My husband grew up in a rural, mainly farming community outside Buffalo, NY. We recently returned for a family wedding and stopped at some of the spots that were must visits: Duffs for Buffalo Wings, Beef on Weck, his mother’s favorite chocolate and ice cream shop (yes, we gained some weight in just 4 days), his family’s old farmhouse (that is unfortunately no longer in the family), and the large tracks of farmland that are still in the family and where we picked wildflowers for the cemetery.
It’s interesting to compare the architecture of this little town – which is unfortunately now being overbuilt – to that of Nantucket. There are a lot of brick Greek revival farmhouses like you see in one of the images. This house has thankfully been largely forgotten by time. It’s certainly inhabited as you can see by the air conditioning unit in the window, but the old pump still stands outside with a newer coat of white paint. I am sure if primed, that pump would still work.
My husband’s family’s old farmhouse is mid- to late nineteenth century. It’s the white clapboard house with the transom over the front door that you see here and it still has a few out buildings of the same vintage. It sits along what is now a wide, busy road – though in rural areas that is often all there is – set back in the landscape with nothing immediately around it but grass. The driveway is simple, just two tire ruts. It makes you realize that this is how it always looked thought I am sure the trees are much taller. I can imagine his great grandparents or those before them planting some of those trees.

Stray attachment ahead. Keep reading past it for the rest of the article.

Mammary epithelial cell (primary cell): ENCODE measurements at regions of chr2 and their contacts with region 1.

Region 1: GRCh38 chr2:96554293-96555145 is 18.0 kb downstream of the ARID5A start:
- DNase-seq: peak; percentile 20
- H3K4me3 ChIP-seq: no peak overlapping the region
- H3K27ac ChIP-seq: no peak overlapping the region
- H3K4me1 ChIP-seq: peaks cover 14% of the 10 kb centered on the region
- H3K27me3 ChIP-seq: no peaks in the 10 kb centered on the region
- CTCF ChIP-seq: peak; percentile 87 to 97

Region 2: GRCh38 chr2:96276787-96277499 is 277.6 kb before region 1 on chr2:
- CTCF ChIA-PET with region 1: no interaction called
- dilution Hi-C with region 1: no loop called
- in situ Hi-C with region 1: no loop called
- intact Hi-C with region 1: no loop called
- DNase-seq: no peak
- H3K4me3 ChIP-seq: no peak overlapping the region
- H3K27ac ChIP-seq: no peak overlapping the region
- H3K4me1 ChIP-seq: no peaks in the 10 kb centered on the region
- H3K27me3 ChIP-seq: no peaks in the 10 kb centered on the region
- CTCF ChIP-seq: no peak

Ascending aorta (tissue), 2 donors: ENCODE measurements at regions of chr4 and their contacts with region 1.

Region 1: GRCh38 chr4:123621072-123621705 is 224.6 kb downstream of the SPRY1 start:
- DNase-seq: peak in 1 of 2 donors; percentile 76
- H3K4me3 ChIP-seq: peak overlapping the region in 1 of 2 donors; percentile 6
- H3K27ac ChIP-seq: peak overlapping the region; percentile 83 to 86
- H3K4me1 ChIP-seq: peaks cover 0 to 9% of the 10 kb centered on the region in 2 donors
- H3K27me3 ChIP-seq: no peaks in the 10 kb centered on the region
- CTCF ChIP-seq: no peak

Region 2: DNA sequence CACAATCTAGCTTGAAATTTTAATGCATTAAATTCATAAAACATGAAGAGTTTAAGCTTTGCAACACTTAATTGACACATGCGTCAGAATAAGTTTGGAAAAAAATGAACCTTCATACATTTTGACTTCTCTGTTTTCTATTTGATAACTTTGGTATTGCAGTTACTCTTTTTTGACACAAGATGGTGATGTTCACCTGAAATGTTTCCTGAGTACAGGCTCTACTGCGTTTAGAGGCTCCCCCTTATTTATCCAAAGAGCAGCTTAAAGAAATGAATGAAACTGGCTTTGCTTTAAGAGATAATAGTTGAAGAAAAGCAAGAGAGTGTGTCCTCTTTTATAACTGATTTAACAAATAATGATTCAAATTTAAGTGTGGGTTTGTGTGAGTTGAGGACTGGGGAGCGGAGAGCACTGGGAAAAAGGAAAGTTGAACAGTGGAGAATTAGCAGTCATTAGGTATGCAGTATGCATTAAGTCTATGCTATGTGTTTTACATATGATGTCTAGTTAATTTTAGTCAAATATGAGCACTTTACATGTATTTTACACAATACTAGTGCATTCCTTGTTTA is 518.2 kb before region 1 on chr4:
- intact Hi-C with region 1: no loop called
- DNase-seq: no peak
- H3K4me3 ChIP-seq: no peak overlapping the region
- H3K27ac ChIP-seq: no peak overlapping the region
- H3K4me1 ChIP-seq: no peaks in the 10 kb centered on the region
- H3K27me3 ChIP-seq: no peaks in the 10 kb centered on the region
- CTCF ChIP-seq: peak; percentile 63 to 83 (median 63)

Solitary and still among the fields of the farm, the house has not changed. It’s quiet. It was where my husbands’s great-grandparents raised their two children – his great aunt and his grandfather. While the family sadly no longer owns the house, the farmland still sees some farming – his cousins rent it out to local farmers at times so corn and other crops are grown on the old farmland still. His cousin hunts just as his family before him and in the past, the family was still felling some trees and clearing out fallen ones to use as firewood. My husband remembers doing this when he was young. While my son is too young to remember this visit, we hope he will visit again and again and learn a bit more about this side of his family as well as their history and that he will learn to appreciate the past, particularly those buildings forgotten by time but thankfully largely unchanged because of it.